Climatic Change

, Volume 120, Issue 4, pp 903–914 | Cite as

The danger of overvaluing methane’s influence on future climate change

Article

Abstract

Minimizing the future impacts of climate change requires reducing the greenhouse gas (GHG) load in the atmosphere. Anthropogenic emissions include many types of GHG’s as well as particulates such as black carbon and sulfate aerosols, each of which has a different effect on the atmosphere, and a different atmospheric lifetime. Several recent studies have advocated for the importance of short timescales when comparing the climate impact of different climate pollutants, placing a high relative value on short-lived pollutants, such as methane (CH4) and black carbon (BC) versus carbon dioxide (CO2). These studies have generated confusion over how to value changes in temperature that occur over short versus long timescales. We show the temperature changes that result from exchanging CO2 for CH4 using a variety of commonly suggested metrics to illustrate the trade-offs involved in potential carbon trading mechanisms that place a high value on CH4 emissions. Reducing CH4 emissions today would lead to a climate cooling of approximately ~0.5 °C, but this value will not change greatly if we delay reducing CH4 emissions by years or decades. This is not true for CO2, for which the climate is influenced by cumulative emissions. Any delay in reducing CO2 emissions is likely to lead to higher cumulative emissions, and more warming. The exact warming resulting from this delay depends on the trajectory of future CO2 emissions but using one business-as usual-projection we estimate an increase of 3/4 °C for every 15-year delay in CO2 mitigation. Overvaluing the influence of CH4 emissions on climate could easily result in our “locking” the earth into a warmer temperature trajectory, one that is temporarily masked by the short-term cooling effects of the CH4 reductions, but then persists for many generations.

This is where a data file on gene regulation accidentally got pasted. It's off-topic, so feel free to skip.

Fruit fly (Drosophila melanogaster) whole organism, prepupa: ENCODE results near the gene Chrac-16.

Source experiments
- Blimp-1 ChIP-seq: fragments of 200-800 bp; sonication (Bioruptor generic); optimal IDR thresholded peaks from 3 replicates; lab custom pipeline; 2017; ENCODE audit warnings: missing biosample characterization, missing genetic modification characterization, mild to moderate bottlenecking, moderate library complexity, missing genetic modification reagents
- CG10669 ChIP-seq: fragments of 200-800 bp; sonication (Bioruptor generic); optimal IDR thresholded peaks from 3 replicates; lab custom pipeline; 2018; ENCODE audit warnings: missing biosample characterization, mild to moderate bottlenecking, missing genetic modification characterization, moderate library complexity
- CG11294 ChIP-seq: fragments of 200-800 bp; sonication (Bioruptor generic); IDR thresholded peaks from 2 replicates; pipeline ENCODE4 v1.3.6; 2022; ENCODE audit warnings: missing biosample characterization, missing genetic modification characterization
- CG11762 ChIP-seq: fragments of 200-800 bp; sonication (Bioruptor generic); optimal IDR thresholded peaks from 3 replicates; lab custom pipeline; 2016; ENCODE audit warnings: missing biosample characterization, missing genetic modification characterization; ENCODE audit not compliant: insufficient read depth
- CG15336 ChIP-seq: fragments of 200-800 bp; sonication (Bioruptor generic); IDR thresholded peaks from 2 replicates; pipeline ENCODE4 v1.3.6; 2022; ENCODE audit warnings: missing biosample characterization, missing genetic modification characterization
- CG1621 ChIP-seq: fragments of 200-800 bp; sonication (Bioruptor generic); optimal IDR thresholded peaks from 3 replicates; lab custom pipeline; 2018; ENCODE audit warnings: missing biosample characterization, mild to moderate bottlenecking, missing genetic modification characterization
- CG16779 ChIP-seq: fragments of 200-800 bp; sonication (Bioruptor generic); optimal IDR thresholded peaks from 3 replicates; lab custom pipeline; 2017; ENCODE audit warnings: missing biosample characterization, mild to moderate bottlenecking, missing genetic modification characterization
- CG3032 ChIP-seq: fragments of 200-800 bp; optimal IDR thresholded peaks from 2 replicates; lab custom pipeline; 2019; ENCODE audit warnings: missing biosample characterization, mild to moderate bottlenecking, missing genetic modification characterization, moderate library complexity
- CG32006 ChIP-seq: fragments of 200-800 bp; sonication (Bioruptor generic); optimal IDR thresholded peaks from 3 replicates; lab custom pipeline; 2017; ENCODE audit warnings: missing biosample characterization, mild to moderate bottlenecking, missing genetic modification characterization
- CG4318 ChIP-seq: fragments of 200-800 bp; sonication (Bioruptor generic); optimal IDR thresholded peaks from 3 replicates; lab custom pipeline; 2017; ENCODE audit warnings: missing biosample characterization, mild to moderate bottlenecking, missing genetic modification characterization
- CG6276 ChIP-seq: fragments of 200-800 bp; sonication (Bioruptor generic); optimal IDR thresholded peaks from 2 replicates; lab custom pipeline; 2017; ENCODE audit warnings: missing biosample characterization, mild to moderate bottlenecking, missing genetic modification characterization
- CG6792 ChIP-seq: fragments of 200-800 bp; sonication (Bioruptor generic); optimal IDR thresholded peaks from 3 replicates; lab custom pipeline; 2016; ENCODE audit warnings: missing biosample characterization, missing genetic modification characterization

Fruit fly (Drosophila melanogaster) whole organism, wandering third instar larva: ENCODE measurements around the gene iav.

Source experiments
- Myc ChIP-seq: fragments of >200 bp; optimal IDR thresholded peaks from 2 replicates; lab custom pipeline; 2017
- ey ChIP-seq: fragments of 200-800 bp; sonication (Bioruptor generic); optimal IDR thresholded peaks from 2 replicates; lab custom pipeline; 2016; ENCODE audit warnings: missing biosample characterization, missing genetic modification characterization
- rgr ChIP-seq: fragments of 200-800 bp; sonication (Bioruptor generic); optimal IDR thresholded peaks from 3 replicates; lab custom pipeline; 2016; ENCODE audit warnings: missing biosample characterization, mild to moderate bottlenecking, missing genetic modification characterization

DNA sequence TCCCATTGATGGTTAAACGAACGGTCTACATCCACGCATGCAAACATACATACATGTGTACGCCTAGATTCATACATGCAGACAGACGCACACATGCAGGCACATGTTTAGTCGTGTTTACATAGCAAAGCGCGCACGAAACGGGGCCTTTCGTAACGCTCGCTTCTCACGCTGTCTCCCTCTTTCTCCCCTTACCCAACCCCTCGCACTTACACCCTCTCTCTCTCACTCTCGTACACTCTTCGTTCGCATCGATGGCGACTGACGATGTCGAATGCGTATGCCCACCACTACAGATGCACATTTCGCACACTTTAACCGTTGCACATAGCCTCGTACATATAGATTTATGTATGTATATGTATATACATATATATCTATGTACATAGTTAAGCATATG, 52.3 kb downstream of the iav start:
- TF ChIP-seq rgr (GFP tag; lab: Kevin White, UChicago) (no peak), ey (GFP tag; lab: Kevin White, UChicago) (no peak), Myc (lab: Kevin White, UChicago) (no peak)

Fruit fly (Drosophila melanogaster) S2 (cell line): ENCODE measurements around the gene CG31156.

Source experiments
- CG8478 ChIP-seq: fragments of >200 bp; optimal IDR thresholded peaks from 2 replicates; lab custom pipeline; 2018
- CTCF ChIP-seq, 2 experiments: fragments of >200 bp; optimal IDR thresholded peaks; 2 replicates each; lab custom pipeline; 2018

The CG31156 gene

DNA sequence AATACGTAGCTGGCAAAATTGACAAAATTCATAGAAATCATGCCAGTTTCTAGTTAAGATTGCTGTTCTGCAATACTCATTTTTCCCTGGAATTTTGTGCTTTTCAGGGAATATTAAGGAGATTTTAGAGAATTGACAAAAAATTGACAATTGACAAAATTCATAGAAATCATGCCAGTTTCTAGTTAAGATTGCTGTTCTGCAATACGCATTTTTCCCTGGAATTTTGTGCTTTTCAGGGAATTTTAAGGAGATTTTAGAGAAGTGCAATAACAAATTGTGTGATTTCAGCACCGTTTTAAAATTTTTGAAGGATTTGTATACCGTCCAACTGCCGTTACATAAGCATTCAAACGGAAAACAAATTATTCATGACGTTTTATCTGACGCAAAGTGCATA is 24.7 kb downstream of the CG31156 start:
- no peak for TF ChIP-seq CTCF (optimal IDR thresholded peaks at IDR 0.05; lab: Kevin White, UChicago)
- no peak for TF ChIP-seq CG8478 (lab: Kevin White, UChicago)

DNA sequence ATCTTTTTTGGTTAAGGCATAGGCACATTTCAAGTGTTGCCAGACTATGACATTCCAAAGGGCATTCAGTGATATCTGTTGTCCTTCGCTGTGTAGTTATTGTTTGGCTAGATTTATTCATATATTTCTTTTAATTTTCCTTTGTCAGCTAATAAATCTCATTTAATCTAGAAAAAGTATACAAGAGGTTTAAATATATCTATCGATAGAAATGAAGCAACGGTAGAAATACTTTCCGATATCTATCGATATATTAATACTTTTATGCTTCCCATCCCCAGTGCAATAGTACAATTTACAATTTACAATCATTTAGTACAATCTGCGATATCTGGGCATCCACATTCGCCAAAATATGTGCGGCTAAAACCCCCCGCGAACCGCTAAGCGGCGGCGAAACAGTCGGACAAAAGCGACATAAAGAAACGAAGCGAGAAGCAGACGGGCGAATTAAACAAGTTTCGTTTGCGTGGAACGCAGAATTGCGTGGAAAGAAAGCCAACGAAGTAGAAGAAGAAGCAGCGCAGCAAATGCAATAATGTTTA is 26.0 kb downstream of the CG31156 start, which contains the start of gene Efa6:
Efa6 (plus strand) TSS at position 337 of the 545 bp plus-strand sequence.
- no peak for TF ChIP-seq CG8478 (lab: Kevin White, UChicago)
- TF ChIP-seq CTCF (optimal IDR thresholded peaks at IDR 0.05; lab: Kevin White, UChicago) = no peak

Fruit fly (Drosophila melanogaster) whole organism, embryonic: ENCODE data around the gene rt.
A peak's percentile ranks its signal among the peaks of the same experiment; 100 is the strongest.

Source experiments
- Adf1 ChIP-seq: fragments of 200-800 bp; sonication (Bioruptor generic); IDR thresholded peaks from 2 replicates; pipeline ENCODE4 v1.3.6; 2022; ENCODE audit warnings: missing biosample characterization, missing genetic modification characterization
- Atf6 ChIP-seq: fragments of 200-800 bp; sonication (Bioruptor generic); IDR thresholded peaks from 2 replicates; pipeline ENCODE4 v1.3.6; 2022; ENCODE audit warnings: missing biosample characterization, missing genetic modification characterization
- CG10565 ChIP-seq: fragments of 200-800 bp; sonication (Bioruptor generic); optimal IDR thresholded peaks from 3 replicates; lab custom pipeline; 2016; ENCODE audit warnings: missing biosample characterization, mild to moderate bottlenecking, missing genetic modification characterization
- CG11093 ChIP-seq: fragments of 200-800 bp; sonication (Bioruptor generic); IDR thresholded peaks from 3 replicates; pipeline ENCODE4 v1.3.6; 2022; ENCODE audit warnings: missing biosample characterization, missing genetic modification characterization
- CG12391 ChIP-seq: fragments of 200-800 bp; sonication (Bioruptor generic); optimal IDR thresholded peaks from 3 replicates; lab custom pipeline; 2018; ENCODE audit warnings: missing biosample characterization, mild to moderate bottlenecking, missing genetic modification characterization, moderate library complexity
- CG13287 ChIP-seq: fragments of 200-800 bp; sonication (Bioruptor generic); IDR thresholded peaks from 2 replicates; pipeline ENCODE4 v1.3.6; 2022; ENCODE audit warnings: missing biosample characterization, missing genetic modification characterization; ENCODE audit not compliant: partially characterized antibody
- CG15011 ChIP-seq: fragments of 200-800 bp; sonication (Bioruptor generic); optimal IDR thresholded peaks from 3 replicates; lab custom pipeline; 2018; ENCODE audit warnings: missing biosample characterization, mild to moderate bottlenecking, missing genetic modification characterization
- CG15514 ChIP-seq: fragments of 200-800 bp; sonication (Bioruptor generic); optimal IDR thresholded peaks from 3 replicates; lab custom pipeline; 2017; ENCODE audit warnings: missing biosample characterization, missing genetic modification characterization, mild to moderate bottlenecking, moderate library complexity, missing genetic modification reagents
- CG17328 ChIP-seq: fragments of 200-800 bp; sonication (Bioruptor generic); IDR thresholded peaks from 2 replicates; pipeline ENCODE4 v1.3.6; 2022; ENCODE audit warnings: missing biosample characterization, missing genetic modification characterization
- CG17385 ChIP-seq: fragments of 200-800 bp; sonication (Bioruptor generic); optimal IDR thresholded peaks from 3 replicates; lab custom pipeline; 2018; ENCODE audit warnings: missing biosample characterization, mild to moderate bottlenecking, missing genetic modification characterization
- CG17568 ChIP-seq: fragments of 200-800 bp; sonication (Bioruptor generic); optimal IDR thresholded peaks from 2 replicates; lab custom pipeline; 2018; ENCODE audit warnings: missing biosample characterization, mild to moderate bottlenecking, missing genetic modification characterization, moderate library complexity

Supplementary material

10584_2013_861_MOESM1_ESM.docx (302 kb)
ESM 1(DOCX 301 kb)

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Copyright information

© Springer Science+Business Media Dordrecht 2013

Authors and Affiliations

  1. 1.Department of Earth and Planetary SciencesHarvard UniversityCambridgeUSA

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